EU’s highest court rules hijab ban acceptable if part of general restriction | world news

The highest court in the European Union (EU) said on Thursday companies could ban the wearing of headscarves as long as it was part of a broader ban and one that did not discriminate against employees. The latest decision on the matter, which has long rocked Europe and sparked a debate on the integration of Muslims, is associated with a case concerning a Muslim woman who was told that she could not wear a headscarf ( hijab) when she asked to do a six-week internship with a Belgian company, Reuters reported.


The company based its decision on a rule of neutrality, which means that no headgear or expression of religious or political beliefs – be it a cap, beanie or scarf – will only be permitted on its premises. The woman took her case to a Belgian court, which then sought the opinion of the Court of Justice of the European Union (CJEU).

Read also | French bill banning hijab in sporting events moved to National Assembly

The EU’s highest court based in Luxembourg, however, stressed that no direct discrimination should be in place when imposing the hijab ban.

“The internal rules of a company prohibiting the visible wearing of religious, philosophical or spiritual symbols do not constitute direct discrimination if they apply to all workers in a general and undifferentiated way”, report the judges.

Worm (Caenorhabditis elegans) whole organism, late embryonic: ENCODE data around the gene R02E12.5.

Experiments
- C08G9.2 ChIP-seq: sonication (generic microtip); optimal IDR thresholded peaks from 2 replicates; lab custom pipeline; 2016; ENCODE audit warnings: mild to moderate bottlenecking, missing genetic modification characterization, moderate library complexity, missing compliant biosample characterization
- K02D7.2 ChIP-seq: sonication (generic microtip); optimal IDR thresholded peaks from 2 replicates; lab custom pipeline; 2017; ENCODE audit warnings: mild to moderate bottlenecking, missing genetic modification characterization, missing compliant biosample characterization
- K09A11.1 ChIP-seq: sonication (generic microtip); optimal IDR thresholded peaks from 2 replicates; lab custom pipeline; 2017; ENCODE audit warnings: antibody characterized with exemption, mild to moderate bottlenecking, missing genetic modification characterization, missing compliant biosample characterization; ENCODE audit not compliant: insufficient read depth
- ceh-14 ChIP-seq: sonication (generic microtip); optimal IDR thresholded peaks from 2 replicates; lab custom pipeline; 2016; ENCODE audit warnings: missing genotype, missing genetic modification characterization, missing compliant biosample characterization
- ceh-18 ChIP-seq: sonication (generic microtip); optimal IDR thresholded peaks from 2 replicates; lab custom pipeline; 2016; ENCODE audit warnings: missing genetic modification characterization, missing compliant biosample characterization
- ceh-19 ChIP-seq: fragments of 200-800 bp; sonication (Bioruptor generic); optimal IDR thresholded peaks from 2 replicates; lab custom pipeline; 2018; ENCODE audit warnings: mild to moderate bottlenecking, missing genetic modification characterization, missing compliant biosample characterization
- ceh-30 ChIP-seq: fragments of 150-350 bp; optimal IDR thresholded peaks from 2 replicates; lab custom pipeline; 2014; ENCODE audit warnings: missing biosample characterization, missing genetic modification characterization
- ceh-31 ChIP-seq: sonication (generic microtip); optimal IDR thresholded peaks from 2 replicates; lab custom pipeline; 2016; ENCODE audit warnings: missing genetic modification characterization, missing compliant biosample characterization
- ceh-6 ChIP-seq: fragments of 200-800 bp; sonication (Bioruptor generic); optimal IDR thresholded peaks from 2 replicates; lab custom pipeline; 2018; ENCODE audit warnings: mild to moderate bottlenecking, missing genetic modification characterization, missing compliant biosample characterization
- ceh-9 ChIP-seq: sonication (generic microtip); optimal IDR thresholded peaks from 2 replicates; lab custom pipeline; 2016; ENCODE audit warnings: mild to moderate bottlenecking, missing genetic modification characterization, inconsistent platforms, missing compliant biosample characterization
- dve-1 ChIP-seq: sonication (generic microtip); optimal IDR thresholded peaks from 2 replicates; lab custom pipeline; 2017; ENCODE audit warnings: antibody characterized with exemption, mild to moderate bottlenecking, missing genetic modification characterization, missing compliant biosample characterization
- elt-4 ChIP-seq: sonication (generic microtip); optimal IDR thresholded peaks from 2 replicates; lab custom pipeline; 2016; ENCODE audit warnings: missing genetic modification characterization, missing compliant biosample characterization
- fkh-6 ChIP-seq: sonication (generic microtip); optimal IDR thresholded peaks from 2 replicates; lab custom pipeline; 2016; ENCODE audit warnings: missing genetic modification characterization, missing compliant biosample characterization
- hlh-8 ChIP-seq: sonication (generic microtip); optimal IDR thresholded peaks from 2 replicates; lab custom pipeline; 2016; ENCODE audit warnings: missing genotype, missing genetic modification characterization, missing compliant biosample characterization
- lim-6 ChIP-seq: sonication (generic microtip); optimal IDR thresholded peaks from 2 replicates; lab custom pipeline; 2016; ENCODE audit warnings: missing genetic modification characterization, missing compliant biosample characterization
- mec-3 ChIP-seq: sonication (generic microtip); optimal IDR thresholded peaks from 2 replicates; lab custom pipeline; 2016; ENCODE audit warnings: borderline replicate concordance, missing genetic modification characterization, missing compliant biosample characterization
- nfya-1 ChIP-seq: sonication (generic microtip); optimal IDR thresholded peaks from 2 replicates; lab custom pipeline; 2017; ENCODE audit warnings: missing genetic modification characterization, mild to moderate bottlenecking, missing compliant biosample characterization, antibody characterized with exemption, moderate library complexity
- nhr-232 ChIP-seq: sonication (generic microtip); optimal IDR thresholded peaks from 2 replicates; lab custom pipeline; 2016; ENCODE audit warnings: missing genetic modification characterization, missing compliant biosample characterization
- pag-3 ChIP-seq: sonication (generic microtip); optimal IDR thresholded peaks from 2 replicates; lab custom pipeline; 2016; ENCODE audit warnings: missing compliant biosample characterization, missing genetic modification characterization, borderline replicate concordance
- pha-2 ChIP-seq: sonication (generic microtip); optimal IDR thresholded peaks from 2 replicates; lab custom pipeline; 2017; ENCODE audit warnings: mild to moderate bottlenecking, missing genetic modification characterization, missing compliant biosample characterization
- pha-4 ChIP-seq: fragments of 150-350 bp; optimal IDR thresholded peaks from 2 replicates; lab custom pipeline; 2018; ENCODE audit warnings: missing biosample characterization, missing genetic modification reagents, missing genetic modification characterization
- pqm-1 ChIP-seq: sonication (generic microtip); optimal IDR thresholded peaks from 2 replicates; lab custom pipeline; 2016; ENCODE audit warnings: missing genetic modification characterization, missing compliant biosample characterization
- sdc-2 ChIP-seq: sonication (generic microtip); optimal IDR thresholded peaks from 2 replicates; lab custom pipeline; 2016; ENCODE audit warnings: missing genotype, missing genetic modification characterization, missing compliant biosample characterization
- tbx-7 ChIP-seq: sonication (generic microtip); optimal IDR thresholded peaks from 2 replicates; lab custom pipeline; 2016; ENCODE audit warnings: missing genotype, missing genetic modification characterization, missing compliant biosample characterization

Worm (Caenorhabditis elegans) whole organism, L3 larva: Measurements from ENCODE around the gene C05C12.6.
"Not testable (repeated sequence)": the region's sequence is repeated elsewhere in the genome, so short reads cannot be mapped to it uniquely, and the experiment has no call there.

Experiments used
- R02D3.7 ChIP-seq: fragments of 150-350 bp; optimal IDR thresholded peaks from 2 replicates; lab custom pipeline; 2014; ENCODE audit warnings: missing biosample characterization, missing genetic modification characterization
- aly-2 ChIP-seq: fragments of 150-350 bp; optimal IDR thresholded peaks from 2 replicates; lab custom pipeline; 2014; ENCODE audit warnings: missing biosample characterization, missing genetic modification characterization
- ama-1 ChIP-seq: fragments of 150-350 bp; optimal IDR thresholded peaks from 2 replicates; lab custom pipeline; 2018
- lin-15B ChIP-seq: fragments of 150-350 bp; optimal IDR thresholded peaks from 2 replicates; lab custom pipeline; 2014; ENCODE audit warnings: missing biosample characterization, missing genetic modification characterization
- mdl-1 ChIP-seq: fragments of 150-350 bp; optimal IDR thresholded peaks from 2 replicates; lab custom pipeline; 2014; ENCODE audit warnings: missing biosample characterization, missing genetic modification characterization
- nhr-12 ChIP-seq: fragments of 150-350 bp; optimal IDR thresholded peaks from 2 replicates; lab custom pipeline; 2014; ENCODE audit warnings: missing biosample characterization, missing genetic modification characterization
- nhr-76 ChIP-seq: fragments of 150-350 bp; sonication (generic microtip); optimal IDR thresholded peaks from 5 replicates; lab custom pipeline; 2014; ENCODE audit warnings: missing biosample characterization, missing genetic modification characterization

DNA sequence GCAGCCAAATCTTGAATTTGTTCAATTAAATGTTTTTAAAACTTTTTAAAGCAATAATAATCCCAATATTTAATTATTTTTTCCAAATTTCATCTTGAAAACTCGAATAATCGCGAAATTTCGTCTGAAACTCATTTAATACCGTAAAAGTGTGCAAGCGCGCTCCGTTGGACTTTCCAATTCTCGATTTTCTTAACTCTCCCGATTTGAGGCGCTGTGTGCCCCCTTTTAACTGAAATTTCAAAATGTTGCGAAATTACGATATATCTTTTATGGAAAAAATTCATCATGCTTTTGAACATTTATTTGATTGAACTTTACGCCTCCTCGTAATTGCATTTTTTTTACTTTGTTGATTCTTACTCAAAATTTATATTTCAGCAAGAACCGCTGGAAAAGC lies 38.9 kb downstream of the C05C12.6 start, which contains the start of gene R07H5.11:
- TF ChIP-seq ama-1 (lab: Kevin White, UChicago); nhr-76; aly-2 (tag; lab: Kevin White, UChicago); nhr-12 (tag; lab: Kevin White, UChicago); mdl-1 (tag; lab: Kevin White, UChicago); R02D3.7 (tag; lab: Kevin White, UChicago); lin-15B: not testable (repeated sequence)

Similar movement


The CJEU’s latest ruling is in line with the Supreme Court’s ruling last year when it said EU companies could impose the hijab, or any other type of headscarf ban under certain conditions. , if they wanted to project an image of neutrality among customers. .

Hijab banned in Europe

The continent has long been embroiled in the row over the hijab ban. In Germany, the issue has been hotly contested, mainly concerning aspiring public school teachers and trainee judges. The country is home to more than five million Muslims, making it the largest religious minority group, Al Jazeera reported.

Elsewhere in Europe, France – home to the continent’s largest Muslim minority – banned the wearing of the hijab in public schools in 2004.

Similarity with India


The EU Supreme Court’s latest ruling comes amid the split verdict in a hijab ban case handed down by India’s Supreme Court on Thursday. The case relates to the Karnataka government’s hijab ban in educational institutions in the southern state, and the high court verdict that upheld it.

In the SC ruling, Justice Hemant Gupta dismissed all appeals against the High Court. However, Judge Sudhanshu Dhulia differed from the senior bench judge and allowed all appeals.

The case has now been referred to the Chief Justice of India (CJI) for a wider bench and a proper decision.

Comments are closed.